Category Archives: People

The First Female Presidential Candidate of a Major Political Party in the United States – The Remarkable Margaret Chase Smith

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On January 27, 1964, then three-term Senator Margaret Chase Smith put the first crack in the “hardest, highest glass ceiling” when she announced her candidacy for the Republican nomination for President of the United States. Although she never really came close to winning it, Senator Smith’s presidential campaign helped dispel centuries of chauvinism and paved the way for female political […]

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The Truth About Legendary Highwayman Dick Turpin

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Richard Turpin, better known by his nickname, Dick, was a legendary highwayman who stalked the English countryside. A century or so after his death by hanging in 1739, Turpin was idealised as a dashing rogue or gentleman thief type in a multitude of supposedly factual stories purportedly based on his life. In reality, he was not exactly dashing, with a […]

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That Time Annie Oakley Offered to Put Together an All Female Team of Snipers for the United States’ Military

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Phoebe Ann Moses, better known as “Annie Oakley,” made a name for herself as one of the best sharpshooters in the world throughout her lifetime. In the process, she overcame a childhood filled with abuse and adversity to become not only an enormously successful entertainer, but a role model for women and young girls. Born in 1860, Annie’s father, Jacob, […]

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That Time Howard Hughes Purchased a TV Station So He Could Have Netflix in the 1960s

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Howard Hughes, the legendarily reclusive billionaire business magnate, is a man about whom much has been written and most people know at least a little bit about. However, as we did when we covered JP Morgan’ giant, purple, knobbly nose that he largely managed to keep hidden from the world, today we’re going to focus on a lesser known aspect […]

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The Husband and Wife Team That Gave the World the First Car, and the First Road Trip That Saved It From Obscurity

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We may not have flying cars quite yet, but the ground-bound automobile is the world’s second most popular mode of transportation (behind the bicycle). Many think Henry Ford invented the car, but that isn’t correct. While Ford certainly made the automobile affordable for the middle-class, it was actually a German engineer with a familiar name that invented the first commercially […]

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From Soccer Hopeful to World’s Angriest Chef- The Life of Gordon Ramsay

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Thanks mostly to his famously explosive temper and natural affinity for the culinary arts, Gordon Ramsay has become a household name in the States and his native Britain. However, few people know of Ramsay’s extremely humble beginnings and that prior to becoming a multiple Michelin star holding chef and one of the wealthiest people in the world, he had a […]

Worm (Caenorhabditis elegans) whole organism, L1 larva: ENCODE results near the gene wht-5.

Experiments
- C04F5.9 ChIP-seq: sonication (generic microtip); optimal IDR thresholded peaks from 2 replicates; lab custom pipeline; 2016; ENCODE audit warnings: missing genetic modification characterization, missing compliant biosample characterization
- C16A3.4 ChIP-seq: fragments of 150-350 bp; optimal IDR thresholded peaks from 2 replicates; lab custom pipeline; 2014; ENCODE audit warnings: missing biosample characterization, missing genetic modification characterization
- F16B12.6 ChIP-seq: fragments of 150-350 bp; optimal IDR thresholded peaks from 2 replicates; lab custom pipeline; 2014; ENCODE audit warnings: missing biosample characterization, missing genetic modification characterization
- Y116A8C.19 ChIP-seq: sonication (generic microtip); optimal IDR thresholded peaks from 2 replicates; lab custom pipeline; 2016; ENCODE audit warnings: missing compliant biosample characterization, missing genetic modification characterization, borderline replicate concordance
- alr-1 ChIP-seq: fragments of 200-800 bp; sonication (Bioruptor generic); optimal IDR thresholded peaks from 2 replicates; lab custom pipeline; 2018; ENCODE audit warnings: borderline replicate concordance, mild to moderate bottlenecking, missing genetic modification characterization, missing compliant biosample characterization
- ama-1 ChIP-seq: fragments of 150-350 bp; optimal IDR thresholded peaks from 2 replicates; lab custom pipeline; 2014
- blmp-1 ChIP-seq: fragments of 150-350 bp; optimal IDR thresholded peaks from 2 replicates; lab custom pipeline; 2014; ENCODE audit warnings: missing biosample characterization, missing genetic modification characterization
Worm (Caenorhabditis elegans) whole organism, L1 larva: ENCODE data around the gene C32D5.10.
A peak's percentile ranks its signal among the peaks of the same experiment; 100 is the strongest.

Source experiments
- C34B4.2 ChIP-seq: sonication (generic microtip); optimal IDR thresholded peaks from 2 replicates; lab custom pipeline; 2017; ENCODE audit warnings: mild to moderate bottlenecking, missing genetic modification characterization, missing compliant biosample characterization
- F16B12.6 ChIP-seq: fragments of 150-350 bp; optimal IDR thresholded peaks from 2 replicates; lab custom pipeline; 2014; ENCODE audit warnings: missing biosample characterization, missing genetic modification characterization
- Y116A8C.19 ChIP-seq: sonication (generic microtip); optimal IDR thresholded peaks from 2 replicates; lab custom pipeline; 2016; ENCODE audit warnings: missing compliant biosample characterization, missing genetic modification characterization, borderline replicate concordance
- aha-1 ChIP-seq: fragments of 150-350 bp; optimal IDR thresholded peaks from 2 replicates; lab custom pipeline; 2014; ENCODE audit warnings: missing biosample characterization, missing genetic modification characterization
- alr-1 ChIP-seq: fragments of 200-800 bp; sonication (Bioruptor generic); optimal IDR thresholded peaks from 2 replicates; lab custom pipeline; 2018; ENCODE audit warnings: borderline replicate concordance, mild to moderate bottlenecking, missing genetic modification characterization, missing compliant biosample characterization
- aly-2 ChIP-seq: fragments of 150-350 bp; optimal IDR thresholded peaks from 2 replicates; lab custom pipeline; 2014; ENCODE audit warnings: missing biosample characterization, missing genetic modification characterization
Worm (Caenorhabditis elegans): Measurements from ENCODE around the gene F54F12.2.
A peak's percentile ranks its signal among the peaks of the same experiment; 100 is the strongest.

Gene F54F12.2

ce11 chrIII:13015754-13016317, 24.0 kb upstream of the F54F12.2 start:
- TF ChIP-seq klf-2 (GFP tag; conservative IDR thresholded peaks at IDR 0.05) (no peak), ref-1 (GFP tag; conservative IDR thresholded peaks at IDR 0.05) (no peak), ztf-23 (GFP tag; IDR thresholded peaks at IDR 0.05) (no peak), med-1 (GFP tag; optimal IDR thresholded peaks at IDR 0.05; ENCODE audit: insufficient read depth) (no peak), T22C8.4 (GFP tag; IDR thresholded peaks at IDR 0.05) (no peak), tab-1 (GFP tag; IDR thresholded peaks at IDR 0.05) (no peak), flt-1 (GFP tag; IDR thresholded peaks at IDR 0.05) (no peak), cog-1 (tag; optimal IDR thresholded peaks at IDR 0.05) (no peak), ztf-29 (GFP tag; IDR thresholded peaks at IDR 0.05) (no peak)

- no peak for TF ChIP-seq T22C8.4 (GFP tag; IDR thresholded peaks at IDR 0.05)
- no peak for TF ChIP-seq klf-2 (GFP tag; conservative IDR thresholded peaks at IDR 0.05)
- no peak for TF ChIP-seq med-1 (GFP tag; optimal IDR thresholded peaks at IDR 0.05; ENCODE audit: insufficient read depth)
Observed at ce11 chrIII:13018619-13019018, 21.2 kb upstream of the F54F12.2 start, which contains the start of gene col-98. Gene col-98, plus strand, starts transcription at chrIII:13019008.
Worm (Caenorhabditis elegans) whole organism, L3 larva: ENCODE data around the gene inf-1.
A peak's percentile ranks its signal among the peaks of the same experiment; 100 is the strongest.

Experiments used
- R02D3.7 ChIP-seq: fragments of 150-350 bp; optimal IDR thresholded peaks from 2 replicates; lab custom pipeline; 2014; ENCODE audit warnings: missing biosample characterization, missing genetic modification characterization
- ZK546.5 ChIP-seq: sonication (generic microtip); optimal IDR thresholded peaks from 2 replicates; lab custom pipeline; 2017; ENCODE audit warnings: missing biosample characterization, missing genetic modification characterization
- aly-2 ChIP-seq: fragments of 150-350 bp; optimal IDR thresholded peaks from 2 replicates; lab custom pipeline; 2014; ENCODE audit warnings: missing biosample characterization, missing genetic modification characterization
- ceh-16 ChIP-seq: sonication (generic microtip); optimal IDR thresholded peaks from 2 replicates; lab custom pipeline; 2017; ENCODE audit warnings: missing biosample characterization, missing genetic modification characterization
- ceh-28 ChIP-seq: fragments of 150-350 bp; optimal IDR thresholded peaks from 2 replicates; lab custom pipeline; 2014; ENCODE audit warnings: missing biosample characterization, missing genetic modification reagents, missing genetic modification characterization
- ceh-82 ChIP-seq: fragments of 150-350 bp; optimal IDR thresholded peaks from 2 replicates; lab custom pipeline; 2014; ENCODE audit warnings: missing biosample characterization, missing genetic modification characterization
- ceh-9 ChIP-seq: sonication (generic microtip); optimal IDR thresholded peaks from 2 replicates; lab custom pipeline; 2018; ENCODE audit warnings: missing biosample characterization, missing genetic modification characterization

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The Man Who Controls TV – Arthur Nielsen Senior

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While it’s an incredibly convoluted system, the entire television industry is still basically controlled by Nielsen ratings. To this day, they have an immense impact on advertising dollars and the overall financial health of the companies that own television networks. From which TV shows are produced to how local news cover certain stories, the goal of everyone involved in television […]

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From Sorcerer to Clergyman to Pirate to Admiral, the Remarkable Life of Eustace The Monk

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At the turn of the 13th century, Eustace Busket fought, raided, killed, embezzled, betrayed, revenged, impersonated and prayed his way across France, Spain and England. Although better known as Eustace the Monk, this younger son of a county lord spent little time in a monastery, choosing instead to live the life of a steward, mercenary and pirate. Born in 1170 […]

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Forgotten History: the Story of Emma Sharp and the Barclay Challenge

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In 1809, Captain Robert Barclay Allardice made a bet with one of his pedestrian rivals, Sir James Webster-Wedderburn, that he could walk 1,000 miles (about 1,609 kilometers) in 1,000 hours. The wager? 1,000 guineas. To get around the major problem of needing to rest, Barclay figured if he walked back to back miles–a mile at the end of one hour and another […]

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The Original Dungeon Masters

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The following is an article from Uncle John’s Bathroom Reader ROLLING THE DICE Gary Gygax (pronounced GHEE-Gax) was an insurance underwriter living in Lake Geneva, Wisconsin, in the late 1960s. He made his living calculating the probabilities that an individual seeking to buy insurance would become sick or disabled or die, and he used these estimates to set the premiums […]

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